Image

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PostPosted: Fri Jul 15, 2011 1:38 pm 
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Koa
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Filippo Morelli wrote:
Martin,
My first guitar had two goals:
1) finish it
2) don't explode when it gets strung up

Honestly if you hit these two you've done well. Everything else can largely be chalked up to learning. I'm not sure you need to keep a list - that list gets burned into your brain (typically preceded by a loud, "aaaaarrgghhhh @$%#%!"-like sound ... :mrgreen: )

I wish we could find the attribution to this quote, "A guitar looks hard to build. It is harder than it looks."

Filippo


+1. And if you have to limit it to one goal, the first is the important one. laughing6-hehe
(some of us choose to blow up the first one, anyway)


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PostPosted: Wed Jul 27, 2011 8:46 pm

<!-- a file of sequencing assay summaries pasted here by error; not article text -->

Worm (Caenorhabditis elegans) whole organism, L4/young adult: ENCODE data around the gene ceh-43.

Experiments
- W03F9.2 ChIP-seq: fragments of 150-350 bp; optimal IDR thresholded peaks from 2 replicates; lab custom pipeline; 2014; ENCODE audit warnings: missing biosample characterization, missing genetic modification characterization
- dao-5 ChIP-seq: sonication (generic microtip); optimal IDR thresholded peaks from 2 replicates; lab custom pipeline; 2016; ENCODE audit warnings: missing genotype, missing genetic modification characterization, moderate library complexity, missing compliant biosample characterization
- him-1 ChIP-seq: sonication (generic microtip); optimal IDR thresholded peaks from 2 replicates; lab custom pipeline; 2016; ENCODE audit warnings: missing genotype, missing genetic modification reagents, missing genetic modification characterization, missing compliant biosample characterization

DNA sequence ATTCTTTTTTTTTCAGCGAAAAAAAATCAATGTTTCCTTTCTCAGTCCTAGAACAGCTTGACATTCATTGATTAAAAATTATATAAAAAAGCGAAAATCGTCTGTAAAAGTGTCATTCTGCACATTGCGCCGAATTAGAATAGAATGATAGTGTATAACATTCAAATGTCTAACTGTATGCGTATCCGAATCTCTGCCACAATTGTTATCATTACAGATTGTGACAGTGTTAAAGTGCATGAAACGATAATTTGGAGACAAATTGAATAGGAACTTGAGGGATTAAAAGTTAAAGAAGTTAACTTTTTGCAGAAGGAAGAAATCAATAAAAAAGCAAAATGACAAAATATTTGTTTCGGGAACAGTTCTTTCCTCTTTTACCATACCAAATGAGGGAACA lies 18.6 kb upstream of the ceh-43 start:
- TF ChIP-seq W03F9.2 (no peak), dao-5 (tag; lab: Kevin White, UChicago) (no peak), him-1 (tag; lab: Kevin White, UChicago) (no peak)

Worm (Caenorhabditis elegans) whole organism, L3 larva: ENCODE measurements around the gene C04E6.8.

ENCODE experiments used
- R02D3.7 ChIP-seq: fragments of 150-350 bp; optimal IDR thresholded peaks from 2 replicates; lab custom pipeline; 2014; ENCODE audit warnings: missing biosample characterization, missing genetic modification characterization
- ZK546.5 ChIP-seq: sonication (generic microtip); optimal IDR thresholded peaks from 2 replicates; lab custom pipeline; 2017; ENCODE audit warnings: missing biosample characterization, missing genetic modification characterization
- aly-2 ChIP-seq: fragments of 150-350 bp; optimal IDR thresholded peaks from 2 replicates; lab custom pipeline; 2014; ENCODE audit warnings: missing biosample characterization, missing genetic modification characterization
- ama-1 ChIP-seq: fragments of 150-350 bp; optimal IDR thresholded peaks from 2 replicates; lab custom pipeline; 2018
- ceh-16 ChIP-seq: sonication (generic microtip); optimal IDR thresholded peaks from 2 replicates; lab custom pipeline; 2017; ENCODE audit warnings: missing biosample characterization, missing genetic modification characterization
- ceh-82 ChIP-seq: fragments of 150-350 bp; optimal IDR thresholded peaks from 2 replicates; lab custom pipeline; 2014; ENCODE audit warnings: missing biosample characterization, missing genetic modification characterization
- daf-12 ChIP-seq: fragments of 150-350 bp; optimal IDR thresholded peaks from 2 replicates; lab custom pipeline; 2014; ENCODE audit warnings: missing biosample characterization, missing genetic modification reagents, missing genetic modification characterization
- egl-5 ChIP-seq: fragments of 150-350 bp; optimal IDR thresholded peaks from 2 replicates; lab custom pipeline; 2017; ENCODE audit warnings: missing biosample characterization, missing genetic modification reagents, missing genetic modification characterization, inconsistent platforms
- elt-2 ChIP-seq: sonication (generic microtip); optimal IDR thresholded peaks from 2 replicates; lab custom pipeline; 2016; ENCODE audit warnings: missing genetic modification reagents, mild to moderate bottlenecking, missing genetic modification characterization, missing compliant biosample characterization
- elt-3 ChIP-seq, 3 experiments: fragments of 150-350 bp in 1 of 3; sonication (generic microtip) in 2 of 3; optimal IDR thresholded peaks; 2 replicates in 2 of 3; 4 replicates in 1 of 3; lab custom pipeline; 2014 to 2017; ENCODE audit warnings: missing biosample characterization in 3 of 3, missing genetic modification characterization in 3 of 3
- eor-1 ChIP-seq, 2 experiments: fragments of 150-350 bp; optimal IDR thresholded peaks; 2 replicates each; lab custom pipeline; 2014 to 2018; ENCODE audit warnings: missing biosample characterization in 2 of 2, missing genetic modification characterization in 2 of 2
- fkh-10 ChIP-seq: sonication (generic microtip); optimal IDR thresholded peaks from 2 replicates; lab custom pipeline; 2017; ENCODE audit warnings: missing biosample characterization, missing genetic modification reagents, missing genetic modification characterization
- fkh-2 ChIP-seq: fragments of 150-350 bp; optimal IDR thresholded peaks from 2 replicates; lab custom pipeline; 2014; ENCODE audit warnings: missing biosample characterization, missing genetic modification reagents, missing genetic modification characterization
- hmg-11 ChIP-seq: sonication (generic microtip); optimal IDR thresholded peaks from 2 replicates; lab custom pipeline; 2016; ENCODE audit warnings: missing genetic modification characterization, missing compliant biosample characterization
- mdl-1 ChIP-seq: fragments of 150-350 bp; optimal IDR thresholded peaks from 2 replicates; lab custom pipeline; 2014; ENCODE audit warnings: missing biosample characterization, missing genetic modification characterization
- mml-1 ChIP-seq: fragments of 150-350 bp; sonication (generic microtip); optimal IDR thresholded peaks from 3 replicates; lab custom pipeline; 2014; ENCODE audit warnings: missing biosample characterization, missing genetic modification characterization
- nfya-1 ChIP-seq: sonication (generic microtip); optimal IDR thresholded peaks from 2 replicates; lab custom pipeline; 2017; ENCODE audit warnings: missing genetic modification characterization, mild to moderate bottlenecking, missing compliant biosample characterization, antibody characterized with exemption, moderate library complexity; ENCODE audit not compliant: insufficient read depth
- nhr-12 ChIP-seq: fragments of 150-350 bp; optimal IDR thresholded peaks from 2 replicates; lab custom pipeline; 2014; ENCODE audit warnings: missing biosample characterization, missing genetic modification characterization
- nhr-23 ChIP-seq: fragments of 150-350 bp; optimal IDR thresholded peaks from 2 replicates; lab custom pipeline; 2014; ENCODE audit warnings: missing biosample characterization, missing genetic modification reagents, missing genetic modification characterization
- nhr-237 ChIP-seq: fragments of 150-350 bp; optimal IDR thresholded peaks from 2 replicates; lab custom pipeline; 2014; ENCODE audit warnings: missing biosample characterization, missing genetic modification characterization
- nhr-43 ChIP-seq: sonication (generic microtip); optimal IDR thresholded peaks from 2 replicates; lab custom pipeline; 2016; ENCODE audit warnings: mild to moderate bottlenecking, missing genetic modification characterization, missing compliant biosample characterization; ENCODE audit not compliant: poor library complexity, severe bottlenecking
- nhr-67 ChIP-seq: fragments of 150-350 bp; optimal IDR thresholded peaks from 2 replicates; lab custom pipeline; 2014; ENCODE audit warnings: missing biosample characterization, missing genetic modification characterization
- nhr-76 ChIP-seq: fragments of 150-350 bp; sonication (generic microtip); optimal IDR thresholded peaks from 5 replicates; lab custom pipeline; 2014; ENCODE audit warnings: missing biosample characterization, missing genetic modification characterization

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Sounds about par for the course especially on a first, great look'in guitar by the way.

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PostPosted: Wed Aug 10, 2011 9:13 am 
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Walnut
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Quote:
hi Fred,
you played this guitar in February, remember? Number two was completed last summer. I did french polish on it, and it turned out well.

here's a more recent pic. I'm really happy with this guitar now. I don't ever think about any of the flaws any more. it has become my daily player


I hope I can have Wayne Henderson check out one of my guitars some day! Are you a friend of his enalnitrim?